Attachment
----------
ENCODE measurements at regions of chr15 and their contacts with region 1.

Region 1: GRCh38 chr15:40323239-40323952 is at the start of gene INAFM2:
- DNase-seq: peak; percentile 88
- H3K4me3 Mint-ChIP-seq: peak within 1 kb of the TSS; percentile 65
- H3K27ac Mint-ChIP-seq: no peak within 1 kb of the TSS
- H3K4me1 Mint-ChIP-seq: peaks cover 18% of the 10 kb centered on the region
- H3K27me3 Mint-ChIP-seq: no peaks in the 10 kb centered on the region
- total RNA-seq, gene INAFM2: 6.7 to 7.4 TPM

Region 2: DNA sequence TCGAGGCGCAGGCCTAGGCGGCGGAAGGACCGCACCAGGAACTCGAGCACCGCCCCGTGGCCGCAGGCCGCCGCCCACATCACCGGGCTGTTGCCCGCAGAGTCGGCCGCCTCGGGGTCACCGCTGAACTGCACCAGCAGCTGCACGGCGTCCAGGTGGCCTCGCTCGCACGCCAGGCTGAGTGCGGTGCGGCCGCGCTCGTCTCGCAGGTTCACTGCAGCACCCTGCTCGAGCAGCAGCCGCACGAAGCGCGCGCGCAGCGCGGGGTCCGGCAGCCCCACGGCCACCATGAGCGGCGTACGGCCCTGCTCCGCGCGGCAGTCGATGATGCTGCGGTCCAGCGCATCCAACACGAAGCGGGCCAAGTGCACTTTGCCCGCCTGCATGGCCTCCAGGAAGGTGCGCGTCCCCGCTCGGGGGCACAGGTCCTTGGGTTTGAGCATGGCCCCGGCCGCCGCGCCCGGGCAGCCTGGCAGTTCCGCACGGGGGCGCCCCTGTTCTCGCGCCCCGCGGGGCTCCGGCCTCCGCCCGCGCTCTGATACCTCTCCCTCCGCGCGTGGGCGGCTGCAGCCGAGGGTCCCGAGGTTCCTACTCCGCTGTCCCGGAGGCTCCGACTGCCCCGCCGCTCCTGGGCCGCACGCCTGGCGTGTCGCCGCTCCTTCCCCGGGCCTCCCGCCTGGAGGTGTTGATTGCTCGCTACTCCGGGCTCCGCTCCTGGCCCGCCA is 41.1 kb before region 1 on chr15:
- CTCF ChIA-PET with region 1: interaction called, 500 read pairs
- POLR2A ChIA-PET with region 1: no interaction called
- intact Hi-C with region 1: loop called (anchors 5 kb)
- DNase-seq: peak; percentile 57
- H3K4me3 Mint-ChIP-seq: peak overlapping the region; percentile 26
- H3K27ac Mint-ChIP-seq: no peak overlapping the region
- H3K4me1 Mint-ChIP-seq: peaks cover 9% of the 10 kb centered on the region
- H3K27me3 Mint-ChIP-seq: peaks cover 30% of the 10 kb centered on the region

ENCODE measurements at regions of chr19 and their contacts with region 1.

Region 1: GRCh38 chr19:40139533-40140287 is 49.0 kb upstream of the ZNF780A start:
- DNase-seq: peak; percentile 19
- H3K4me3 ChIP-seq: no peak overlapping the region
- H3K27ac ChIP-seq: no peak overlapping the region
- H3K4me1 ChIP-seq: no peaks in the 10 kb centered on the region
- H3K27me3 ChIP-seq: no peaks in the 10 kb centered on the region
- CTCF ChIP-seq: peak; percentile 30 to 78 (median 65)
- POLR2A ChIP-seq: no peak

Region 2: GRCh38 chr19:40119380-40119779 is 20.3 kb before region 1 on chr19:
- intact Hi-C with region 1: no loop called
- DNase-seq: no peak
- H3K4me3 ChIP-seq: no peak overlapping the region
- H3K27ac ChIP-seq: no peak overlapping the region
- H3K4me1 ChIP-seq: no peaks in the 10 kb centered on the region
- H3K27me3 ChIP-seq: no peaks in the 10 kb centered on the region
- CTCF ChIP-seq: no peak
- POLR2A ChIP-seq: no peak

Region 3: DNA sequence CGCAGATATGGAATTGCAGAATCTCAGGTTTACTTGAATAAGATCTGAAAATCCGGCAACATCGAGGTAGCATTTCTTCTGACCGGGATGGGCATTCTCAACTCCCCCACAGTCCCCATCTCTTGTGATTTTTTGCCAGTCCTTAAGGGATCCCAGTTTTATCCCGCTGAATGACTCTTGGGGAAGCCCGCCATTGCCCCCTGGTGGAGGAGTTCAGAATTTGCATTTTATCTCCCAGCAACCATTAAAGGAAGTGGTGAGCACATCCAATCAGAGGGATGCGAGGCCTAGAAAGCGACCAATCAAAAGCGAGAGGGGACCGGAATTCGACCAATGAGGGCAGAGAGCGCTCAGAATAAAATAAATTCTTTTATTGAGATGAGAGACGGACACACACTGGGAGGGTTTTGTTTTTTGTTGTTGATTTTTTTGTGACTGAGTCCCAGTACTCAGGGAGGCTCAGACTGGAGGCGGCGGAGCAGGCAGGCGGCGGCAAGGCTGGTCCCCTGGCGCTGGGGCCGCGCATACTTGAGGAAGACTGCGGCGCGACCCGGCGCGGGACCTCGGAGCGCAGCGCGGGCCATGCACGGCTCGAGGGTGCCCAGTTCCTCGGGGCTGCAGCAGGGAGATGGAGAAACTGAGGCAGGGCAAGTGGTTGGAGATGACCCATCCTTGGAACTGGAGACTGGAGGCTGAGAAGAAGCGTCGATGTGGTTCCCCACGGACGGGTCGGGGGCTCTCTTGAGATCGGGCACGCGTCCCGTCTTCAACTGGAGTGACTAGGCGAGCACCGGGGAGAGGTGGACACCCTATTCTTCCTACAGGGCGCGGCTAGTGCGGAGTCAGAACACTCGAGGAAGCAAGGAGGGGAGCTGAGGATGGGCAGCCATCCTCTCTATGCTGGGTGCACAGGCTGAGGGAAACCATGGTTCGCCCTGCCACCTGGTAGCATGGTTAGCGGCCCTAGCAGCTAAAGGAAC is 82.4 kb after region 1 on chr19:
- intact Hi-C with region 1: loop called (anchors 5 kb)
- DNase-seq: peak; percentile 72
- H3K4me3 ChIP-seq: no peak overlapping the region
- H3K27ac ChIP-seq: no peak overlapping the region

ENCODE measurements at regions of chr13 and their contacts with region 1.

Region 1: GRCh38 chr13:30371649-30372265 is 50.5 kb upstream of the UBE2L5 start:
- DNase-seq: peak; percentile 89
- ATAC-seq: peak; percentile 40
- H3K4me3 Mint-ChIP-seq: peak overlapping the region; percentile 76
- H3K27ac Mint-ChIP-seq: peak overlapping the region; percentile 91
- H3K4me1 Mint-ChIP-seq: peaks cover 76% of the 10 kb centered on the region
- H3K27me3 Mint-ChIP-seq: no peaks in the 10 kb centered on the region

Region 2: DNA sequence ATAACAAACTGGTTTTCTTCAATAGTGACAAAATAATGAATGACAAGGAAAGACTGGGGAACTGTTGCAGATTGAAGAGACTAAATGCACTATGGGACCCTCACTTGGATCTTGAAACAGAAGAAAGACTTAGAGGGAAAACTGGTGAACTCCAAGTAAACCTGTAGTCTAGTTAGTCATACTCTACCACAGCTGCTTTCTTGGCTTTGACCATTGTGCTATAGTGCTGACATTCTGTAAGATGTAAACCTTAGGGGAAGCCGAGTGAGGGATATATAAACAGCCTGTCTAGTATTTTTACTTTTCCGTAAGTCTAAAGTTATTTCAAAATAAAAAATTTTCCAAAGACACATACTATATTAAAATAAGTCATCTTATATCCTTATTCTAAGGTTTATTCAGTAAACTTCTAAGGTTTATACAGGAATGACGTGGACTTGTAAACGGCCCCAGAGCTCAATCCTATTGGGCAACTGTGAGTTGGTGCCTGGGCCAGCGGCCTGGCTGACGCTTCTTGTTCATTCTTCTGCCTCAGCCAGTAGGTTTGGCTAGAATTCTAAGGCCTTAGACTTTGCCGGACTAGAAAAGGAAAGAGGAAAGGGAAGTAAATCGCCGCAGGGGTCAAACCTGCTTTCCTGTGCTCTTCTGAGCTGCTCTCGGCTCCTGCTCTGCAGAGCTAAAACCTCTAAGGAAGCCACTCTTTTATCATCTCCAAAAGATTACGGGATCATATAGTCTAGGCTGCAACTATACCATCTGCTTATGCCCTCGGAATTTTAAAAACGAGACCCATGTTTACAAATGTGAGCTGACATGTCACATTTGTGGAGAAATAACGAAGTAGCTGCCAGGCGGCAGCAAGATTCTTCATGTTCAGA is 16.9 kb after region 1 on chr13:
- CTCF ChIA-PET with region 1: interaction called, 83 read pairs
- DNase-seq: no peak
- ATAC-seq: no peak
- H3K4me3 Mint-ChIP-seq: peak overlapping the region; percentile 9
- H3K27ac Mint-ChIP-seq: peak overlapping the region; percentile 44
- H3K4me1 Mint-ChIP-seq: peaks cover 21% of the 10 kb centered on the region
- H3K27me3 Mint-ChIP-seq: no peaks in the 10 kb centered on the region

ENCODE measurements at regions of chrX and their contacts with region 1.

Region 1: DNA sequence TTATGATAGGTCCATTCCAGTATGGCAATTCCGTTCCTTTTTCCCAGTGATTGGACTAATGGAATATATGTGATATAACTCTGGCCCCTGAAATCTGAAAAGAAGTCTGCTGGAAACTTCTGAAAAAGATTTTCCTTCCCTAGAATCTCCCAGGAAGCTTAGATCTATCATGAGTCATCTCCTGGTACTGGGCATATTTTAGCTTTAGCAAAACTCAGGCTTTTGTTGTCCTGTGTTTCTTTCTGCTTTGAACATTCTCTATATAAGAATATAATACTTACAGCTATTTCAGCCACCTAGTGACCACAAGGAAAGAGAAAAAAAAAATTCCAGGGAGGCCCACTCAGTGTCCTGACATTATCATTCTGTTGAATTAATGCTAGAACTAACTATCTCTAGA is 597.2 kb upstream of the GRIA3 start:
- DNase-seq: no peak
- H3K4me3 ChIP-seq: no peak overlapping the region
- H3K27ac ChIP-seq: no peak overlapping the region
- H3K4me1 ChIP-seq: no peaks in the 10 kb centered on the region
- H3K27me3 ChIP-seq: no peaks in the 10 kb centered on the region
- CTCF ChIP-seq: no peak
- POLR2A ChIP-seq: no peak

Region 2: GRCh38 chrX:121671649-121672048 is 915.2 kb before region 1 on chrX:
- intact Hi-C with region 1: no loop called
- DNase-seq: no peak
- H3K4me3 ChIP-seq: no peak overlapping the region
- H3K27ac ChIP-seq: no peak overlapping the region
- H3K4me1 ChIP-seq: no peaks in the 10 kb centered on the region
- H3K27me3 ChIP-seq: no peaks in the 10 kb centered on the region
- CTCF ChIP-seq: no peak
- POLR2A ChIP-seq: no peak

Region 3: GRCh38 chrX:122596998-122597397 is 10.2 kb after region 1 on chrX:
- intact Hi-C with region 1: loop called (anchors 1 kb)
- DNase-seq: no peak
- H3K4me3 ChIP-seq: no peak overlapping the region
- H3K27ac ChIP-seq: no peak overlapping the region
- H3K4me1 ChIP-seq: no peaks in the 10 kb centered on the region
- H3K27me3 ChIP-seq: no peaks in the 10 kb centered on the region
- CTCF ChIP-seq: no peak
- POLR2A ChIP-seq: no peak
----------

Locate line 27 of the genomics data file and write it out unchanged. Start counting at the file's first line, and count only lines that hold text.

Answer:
Region 2: GRCh38 chr19:40119380-40119779 is 20.3 kb before region 1 on chr19: